Kenya has been advised to tap the international market early for funds to refinance the five-year Eurobond that matures next year, to minimise the currency risk brought on by a widening fiscal deficit and higher oil prices.
Analysts at Dyer & Blair Investment Bank in the 2018 fixed income outlook say that taking up a new Eurobond this year will also reduce pressure on domestic borrowing, which could push yields even lower reducing financing costs for the Treasury.
Kenya faces a huge task in raising funds to pay off the $500 million due next year for the five-year tranche of the Eurobond, while also raising funds to finance a larger recurrent and development expenditure bill amid difficulties in meeting the tax revenue target.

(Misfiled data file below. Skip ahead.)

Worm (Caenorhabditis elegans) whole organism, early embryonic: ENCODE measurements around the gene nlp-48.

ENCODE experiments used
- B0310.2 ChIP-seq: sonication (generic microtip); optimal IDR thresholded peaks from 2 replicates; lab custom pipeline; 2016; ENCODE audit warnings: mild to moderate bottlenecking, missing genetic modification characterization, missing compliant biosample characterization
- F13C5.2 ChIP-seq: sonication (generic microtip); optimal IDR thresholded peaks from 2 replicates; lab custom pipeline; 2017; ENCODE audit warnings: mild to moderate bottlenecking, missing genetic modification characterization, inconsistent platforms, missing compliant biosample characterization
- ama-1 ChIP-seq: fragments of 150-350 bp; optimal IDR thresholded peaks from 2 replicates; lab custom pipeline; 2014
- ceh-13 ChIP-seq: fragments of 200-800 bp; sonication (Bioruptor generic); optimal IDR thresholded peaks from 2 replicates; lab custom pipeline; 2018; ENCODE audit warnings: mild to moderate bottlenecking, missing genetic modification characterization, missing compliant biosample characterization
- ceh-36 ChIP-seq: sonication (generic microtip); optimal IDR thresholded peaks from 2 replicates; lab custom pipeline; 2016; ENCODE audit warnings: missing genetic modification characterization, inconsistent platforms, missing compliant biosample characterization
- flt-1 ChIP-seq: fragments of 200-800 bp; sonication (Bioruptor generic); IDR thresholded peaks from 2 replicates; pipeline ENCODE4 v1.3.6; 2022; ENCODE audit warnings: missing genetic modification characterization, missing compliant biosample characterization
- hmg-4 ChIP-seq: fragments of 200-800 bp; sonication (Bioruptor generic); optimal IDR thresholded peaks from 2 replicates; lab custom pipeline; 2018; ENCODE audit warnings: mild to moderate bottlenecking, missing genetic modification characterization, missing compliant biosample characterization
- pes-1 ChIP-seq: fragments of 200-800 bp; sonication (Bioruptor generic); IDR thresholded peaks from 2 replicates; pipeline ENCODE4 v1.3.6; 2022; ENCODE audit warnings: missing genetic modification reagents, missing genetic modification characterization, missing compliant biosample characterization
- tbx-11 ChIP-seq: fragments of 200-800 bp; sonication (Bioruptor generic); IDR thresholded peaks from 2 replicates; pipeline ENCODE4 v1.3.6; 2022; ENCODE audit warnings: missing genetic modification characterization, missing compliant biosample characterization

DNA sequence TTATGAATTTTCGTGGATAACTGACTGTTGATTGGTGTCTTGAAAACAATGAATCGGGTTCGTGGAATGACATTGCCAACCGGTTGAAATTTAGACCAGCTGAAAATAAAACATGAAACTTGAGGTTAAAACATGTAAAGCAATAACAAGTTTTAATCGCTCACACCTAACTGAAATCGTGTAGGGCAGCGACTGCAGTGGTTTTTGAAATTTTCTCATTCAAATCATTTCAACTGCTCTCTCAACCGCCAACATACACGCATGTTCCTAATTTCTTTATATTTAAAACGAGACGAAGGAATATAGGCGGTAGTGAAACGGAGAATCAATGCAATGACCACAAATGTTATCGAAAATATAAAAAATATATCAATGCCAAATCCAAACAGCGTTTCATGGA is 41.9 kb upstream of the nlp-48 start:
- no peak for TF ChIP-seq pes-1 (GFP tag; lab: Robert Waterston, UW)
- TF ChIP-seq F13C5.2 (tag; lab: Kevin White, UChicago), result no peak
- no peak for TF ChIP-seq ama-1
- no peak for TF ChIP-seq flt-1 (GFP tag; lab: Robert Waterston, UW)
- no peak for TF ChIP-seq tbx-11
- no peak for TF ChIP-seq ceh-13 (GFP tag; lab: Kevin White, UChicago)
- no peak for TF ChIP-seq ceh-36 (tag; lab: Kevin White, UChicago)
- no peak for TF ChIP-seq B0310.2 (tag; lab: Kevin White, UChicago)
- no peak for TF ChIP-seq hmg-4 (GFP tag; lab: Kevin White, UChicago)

“We believe that Kenya will have to borrow again in order to meet its Eurobond maturity in 2019 and to finance her widening fiscal deficit,” said Dyer in the report.
“In anticipation that the currency situation is bound to get worse, we believe that the government should tap the Eurobond markets ahead of 2019. Further depreciation of the currency is, however, bound to raise the cost of refinancing.”
The government has been planning a return to the international market for another Eurobond. The Treasury has, however, remained non-committal on the possible time they will do so, saying they are waiting for the right conditions before issuing the debt.
Although the shilling has started the year on a strong footing against the dollar, the analysts see it coming under pressure later in the year once the full effect of the higher oil prices hit home.
Dyer notes that the US fed could raise the Federal Reserve rate again this year, which would reduce the amount of portfolio inflows for economies such as Kenya’s, thus affecting the shilling negatively.